How does this challenge us? What are the ways in which
we might risk causing other disciples to stumble? In what ways do we prevent our brothers and sisters in Christ from exercising their calling?

As an example, until recently, the church prevented women and members of the LGBTQ community from exercising their calling to ordained ministry. Now, we’ve come to realize that certain biblical texts don’t necessarily mean what we wanted them to mean in a male-dominated, sometimes misogynistic and in some cases homophobic society.  I’m reminded of a cartoon that recently caught my attention. A man was struggling to get the top off a jar and says to his wife “I can do all things through Christ who strengthens me.” His wife responds “It’s a pickle jar honey. Twist the lid not scripture.”

Many churches like our own Episcopal Church and others have struggled but, in the end, followed what the Spirit was doing and saying in this time and in this place. Others are still struggling with equality issues including some of our own and it’s often painful watching them struggle to find their way.

Another example may be found in the false distinction sometimes made between ‘clergy’ and ‘laity’. Historically we have imposed meanings and distinctions that do not exist in the New Testament.

Why bring this up?  Well, within any community and that includes church communities as well as our families and our lives in the public square, we sometimes like to keep certain practices to ourselves. One person or group says, ‘That’s my task’, ‘that’s our position,’ and prevents others from serving or accepting much-needed help. Current events certainly hold this to be true. In the church it can happen over music, flower arranging, Sunday School, catering and property – in fact, any part of church life.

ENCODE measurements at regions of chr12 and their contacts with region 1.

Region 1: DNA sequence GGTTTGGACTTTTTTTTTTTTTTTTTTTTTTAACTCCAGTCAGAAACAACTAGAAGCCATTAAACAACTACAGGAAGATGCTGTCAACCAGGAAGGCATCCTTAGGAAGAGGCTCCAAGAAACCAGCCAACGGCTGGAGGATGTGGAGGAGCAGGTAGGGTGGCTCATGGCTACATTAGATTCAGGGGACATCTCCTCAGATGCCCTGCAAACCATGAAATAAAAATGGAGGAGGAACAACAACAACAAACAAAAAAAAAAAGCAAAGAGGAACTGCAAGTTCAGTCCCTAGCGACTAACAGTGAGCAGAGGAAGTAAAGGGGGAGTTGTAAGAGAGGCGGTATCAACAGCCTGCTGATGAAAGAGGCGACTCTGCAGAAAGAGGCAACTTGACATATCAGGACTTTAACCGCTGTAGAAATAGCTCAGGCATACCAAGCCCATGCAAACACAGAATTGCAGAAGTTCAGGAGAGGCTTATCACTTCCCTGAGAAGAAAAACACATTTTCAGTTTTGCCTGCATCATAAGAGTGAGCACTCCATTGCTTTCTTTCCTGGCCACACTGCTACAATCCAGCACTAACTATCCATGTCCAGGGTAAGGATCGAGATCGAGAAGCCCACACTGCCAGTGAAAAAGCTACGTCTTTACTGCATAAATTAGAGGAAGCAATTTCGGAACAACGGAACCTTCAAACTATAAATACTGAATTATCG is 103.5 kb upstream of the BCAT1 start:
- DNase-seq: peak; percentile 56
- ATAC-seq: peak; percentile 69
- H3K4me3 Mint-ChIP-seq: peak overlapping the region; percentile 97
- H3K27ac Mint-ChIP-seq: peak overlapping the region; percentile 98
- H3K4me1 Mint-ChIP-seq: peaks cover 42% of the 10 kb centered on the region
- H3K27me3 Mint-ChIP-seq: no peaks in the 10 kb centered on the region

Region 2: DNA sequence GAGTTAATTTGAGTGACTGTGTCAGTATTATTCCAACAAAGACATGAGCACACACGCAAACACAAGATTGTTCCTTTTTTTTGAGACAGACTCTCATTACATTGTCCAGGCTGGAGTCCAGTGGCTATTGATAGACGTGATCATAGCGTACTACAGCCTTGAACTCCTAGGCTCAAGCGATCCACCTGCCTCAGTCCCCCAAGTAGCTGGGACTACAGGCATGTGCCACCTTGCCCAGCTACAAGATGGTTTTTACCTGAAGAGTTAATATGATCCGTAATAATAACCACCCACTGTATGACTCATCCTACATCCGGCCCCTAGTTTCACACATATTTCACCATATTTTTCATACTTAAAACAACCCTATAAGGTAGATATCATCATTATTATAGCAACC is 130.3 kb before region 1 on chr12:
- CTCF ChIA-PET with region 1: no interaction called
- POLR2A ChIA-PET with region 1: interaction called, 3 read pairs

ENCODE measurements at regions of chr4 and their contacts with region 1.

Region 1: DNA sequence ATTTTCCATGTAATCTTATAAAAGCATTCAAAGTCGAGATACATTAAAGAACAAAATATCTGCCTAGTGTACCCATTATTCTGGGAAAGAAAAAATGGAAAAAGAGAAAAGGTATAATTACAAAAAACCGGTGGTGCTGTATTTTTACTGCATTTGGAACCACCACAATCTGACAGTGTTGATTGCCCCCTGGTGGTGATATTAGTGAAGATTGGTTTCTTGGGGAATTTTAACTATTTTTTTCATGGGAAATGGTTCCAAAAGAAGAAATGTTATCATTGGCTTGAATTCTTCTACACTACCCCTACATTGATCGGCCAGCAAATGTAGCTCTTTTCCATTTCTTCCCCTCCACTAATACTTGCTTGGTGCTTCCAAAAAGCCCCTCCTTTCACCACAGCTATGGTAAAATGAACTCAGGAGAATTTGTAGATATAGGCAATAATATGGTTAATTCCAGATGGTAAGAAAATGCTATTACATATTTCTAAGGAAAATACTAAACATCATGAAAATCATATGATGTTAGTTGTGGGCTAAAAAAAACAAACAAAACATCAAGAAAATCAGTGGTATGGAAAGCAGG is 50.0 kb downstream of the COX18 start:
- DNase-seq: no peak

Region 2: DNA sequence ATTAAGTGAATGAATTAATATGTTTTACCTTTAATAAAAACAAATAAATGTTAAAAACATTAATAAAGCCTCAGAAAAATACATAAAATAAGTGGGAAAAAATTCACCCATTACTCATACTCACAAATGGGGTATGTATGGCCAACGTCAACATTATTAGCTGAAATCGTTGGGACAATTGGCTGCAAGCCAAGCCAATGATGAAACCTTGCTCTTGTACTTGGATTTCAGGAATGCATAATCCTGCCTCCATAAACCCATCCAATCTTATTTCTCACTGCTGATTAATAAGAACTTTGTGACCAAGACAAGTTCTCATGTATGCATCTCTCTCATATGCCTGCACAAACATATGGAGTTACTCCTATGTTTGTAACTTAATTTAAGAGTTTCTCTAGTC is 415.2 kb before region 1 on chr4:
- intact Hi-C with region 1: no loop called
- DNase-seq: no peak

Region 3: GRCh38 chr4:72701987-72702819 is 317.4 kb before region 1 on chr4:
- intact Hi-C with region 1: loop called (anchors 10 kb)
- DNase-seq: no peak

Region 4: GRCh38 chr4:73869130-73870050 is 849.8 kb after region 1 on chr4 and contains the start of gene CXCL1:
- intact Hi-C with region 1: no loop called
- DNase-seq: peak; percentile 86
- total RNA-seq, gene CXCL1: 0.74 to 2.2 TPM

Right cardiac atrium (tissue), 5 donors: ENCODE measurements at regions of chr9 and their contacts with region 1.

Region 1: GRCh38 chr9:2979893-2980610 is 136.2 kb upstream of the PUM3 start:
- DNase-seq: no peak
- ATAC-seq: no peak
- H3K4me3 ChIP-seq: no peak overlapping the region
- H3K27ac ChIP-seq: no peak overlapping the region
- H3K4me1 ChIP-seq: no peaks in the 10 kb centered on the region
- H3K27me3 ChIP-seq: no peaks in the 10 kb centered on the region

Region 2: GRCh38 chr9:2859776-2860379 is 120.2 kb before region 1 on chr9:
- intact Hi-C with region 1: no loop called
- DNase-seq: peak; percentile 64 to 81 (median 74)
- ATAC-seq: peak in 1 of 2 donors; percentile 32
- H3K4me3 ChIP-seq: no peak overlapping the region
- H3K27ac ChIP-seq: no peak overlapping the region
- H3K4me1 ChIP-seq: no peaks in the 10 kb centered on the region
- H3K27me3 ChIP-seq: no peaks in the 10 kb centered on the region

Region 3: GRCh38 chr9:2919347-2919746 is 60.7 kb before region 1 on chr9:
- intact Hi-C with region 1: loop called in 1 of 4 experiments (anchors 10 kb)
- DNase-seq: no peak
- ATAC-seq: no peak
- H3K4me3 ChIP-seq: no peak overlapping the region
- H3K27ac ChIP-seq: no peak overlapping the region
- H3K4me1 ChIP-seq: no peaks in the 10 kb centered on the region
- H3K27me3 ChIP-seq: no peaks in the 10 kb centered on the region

The issue is often one of personal identity, worth and value. When we take our sense of self-esteem from the job we do, we make a big mistake.

True self-worth comes from knowing how much we are loved by God, not by what job we do for him.

So, each one of us might ask the question, am I causing others to stumble? Am I stumbling. Am I preventing someone from acting in the name of Jesus? Am I being prevented from exercising God’s purpose in my life.

And Sometimes – we cause Ourselves to Stumble

 So, who’s up for a spot of amputation? Jesus’ solution to sin is that you cut off your hand or your foot and tear out your eye. It sounds like the terrifying examples of Sharia Law that we sometimes hear reported from Saudi Arabia, where thieves have their hands forcibly amputated as a criminal sentence? And some Christians have taken this literally. Some have cut off delicate parts of their anatomy to prevent falling prey to temptation. Others have refused to become organ donors in case their eyes were donated to people who would use their eyes for lustful purposes. Rest easy, Jesus’ language here is not to be taken literally.

Jesus, as a good Palestinian Jew, uses graphic, real-life language, not to call us to engage in extreme examples of self-harm, but to make a radical point about discipleship. And so, while I can let us off the hook with regard to the literal content of the words, one thing we can’t avoid is the point he’s making. Nothing is meant to get in the way of whole life discipleship.